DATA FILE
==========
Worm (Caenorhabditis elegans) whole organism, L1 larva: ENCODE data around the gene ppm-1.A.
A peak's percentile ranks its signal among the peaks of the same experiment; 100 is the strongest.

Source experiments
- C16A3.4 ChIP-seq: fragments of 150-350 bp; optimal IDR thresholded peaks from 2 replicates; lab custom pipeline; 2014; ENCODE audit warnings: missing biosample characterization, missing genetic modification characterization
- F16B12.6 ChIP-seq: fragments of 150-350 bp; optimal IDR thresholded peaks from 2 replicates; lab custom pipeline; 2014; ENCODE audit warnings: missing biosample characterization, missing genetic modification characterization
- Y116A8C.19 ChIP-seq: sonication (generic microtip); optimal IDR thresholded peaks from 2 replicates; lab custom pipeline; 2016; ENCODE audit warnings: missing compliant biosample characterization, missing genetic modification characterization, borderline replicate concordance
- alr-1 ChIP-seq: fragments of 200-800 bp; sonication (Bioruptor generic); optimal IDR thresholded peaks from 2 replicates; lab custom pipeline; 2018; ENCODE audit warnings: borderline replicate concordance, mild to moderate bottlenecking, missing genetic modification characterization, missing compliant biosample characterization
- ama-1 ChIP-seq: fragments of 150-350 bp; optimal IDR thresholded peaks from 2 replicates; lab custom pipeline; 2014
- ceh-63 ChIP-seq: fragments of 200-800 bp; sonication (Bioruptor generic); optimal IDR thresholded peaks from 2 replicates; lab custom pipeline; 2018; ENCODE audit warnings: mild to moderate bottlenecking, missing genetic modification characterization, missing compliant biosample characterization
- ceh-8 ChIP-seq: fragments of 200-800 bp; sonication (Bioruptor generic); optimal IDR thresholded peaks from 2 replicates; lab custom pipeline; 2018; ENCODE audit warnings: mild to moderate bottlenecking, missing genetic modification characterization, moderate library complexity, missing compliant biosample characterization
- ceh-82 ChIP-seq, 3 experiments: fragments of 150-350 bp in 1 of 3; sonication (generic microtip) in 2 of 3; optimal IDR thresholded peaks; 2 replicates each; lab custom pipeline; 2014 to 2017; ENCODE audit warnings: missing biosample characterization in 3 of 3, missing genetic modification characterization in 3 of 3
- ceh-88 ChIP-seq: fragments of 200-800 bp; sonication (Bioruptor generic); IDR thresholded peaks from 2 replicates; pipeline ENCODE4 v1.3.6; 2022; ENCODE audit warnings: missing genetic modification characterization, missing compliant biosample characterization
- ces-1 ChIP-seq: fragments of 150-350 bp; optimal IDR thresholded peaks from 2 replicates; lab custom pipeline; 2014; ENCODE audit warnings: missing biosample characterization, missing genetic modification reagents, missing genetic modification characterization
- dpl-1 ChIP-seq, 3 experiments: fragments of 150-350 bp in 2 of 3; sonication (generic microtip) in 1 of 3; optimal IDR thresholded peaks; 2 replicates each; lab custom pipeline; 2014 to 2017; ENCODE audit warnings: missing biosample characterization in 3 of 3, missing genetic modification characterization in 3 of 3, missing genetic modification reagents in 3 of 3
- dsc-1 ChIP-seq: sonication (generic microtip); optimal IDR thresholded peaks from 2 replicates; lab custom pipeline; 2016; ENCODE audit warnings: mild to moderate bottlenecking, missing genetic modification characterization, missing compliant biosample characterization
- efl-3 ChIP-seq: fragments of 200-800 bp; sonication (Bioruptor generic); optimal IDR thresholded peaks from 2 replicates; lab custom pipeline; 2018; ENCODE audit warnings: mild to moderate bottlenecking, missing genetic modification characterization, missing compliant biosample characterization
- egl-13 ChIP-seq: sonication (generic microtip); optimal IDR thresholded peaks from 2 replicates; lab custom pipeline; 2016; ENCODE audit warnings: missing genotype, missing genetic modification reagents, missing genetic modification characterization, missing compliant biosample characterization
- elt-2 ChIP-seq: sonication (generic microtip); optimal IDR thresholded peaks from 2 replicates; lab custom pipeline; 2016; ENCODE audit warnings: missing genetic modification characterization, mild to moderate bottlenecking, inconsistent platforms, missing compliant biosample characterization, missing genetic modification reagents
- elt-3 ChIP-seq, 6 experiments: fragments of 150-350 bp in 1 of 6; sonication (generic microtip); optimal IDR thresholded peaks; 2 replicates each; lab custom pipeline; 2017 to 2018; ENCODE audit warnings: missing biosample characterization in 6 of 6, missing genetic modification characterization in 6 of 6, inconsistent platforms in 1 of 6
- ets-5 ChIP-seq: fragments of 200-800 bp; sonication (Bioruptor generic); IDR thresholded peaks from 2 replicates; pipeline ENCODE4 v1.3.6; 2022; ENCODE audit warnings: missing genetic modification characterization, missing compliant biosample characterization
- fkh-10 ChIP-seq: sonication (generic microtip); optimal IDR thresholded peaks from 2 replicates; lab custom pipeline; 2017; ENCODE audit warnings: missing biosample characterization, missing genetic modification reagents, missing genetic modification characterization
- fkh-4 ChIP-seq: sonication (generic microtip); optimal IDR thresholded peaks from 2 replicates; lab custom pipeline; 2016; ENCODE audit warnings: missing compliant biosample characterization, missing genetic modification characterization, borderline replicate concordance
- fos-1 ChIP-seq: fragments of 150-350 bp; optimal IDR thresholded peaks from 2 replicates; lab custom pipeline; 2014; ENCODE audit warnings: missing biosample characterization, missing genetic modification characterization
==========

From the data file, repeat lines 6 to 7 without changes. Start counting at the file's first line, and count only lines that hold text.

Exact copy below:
- Y116A8C.19 ChIP-seq: sonication (generic microtip); optimal IDR thresholded peaks from 2 replicates; lab custom pipeline; 2016; ENCODE audit warnings: missing compliant biosample characterization, missing genetic modification characterization, borderline replicate concordance
- alr-1 ChIP-seq: fragments of 200-800 bp; sonication (Bioruptor generic); optimal IDR thresholded peaks from 2 replicates; lab custom pipeline; 2018; ENCODE audit warnings: borderline replicate concordance, mild to moderate bottlenecking, missing genetic modification characterization, missing compliant biosample characterization